Today I Learned

Some of the things I've learned every day since Oct 10, 2016

Category Archives: group theory

107: The Order of the Product of 2 Group Elements

Where G is a group, and a, b \in G, it is always the case that

|ab| = |ba|.

That is, we can speak of ‘the’ order of the product of 2 group elements without worrying about which product it is.

Advertisements

106: Group Isomorphisms

In group theory, a group isomorphism between 2 groups G, H does not simply refer to an ‘isomorphism’ between the underlying sets of G, H, but to a special type of homomorphism between them: one which is bijective. In a sense, isomorphic groups are the same group, just with different symbols representing their elements and operations — something which is not necessarily true if they’re homomorphic or if just their underlying sets are isomorphic.

In particular, if \varphi : G \mapsto H is a group isomorphism, then

  • |G| = |H|
  • G is abelian \leftrightarrow H is abelian
  • for all x \in G, |x| = |\varphi (x)|.

104: Bijectivity of Left- or Right-Multiplication by Group Elements

Let G be a group and x be any element of that group. Then the functions

f: a \mapsto xa

g: a \mapsto ax

are bijective.

Proof:

Consider the function f. By the left-cancellation property of groups, if ab = ac, then b = c. This means that if b \neq c, then ab \neq ac, and it follows that f is injective. Since the domain and codomain of f are the same (G), this means that f is in fact bijective.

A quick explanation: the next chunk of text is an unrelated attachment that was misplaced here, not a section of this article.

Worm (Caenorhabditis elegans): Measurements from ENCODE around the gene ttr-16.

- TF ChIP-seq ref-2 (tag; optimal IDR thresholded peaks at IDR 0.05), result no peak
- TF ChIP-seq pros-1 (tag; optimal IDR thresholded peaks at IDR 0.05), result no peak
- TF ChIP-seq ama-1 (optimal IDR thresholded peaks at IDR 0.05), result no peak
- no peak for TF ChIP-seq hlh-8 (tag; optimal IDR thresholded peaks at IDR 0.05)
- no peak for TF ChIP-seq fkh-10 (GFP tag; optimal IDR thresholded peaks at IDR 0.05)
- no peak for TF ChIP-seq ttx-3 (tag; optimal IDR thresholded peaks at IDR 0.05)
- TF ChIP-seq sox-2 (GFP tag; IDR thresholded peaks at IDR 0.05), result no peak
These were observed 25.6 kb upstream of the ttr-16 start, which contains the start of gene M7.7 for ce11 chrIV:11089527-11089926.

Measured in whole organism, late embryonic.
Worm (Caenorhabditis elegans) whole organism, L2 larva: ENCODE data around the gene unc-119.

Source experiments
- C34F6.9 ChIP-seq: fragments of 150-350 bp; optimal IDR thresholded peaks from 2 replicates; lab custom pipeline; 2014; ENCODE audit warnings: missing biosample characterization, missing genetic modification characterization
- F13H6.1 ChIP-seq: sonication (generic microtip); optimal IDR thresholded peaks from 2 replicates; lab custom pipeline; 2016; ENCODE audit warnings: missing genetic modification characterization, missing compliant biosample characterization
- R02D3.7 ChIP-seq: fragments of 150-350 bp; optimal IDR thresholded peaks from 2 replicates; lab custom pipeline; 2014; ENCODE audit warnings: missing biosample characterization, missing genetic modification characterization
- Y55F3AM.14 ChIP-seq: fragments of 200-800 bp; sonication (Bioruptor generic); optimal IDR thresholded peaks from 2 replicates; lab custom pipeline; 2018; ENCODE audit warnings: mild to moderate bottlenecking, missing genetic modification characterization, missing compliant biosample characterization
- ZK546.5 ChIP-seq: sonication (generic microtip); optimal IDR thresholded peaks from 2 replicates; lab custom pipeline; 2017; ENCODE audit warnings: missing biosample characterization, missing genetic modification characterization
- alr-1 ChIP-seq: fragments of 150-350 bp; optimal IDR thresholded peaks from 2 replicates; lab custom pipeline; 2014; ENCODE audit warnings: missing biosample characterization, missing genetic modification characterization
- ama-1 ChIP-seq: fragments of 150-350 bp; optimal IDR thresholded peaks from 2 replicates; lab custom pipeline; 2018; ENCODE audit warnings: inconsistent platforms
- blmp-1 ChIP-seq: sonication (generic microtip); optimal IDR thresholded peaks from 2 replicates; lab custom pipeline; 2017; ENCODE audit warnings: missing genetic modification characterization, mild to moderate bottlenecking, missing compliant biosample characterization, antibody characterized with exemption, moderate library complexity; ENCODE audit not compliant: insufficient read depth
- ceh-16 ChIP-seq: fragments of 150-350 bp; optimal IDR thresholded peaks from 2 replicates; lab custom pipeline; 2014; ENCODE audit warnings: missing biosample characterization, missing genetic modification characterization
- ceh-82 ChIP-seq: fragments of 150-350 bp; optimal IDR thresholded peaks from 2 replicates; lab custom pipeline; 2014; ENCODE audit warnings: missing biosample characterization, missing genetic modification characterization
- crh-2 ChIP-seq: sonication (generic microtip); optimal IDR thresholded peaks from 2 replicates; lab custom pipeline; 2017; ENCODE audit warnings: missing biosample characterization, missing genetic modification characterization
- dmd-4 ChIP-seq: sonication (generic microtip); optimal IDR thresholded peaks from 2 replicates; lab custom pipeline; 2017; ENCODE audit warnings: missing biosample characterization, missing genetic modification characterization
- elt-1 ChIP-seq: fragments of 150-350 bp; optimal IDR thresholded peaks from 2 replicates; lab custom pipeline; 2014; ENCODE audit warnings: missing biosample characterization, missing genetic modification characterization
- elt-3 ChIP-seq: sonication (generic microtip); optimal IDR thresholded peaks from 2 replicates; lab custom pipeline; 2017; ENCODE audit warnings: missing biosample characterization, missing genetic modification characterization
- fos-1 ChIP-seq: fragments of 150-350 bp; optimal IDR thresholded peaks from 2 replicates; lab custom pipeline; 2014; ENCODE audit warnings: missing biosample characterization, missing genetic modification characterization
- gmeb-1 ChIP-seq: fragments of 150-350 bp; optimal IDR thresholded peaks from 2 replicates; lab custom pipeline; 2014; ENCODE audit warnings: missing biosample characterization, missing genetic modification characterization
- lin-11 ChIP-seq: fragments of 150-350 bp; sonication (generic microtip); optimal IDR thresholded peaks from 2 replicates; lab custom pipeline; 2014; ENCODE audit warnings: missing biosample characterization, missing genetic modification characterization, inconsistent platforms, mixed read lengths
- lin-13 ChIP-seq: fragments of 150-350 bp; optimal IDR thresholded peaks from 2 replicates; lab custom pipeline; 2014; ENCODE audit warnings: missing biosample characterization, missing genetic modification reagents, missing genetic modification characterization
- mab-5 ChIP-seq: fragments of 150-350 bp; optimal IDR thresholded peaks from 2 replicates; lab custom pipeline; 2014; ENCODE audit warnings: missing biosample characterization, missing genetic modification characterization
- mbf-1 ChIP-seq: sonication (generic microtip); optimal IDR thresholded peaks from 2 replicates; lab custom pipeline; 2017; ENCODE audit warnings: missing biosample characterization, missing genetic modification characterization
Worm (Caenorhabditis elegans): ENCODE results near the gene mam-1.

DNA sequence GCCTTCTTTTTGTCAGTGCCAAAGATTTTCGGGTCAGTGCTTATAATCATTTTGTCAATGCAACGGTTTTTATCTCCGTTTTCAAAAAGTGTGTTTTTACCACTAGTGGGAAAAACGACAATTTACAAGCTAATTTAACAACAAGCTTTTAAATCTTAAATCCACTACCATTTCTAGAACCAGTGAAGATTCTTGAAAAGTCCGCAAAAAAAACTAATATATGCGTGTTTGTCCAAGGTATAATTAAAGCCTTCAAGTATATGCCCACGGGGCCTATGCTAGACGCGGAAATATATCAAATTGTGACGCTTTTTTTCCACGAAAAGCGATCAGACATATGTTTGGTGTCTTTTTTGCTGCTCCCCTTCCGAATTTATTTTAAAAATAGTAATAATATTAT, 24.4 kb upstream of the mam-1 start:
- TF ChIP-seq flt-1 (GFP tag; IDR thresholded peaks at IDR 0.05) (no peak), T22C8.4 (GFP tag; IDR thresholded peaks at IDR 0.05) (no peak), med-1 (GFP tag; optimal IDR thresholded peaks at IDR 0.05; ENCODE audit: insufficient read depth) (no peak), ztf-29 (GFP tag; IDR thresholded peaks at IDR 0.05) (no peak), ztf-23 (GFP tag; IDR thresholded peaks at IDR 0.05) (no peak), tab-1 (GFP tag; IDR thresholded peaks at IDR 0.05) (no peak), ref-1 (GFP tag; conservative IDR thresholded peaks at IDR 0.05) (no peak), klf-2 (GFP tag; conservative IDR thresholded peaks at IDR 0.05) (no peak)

The proof for bijectivity of g is identical, but uses the right-cancellation property instead.

The intuitive significance of this is that left- or right-multiplication by a given element always sends distinct elements to distinct elements, which is pretty neat.

101: Non-Commutativity of Symmetric Groups

In general, the symmetric group S_n (the set of permutations of n distinct objects under permutation composition) is non-abelian. The somewhat trivial exception is when n \leq 2.

92: Order (Groups)

The order of a group G, often denoted |G|, is the cardinality of its underlying set. If the order is finite, then G is called a finite group, and likewise for infinite order.

An example of a group with finite order would be the dihedral group D_n for some n. An example of one with infinite order would be the group of \mathbb{Z} together with addition.

85: The Group as a Category

The group can be viewed as equivalent to a specific kind of category, specifically the category C with only a single element and all of whose morphisms are isomorphisms. In this equivalence, the elements of the group correspond to the morphisms of C, the group operation to \circ (composition), and the group identity to the identity morphism on the single element of C. Since all morphisms in C are isomorphisms, each ‘element’ has an inverse, and \circ is associative, analogous to the associativity of the group operation.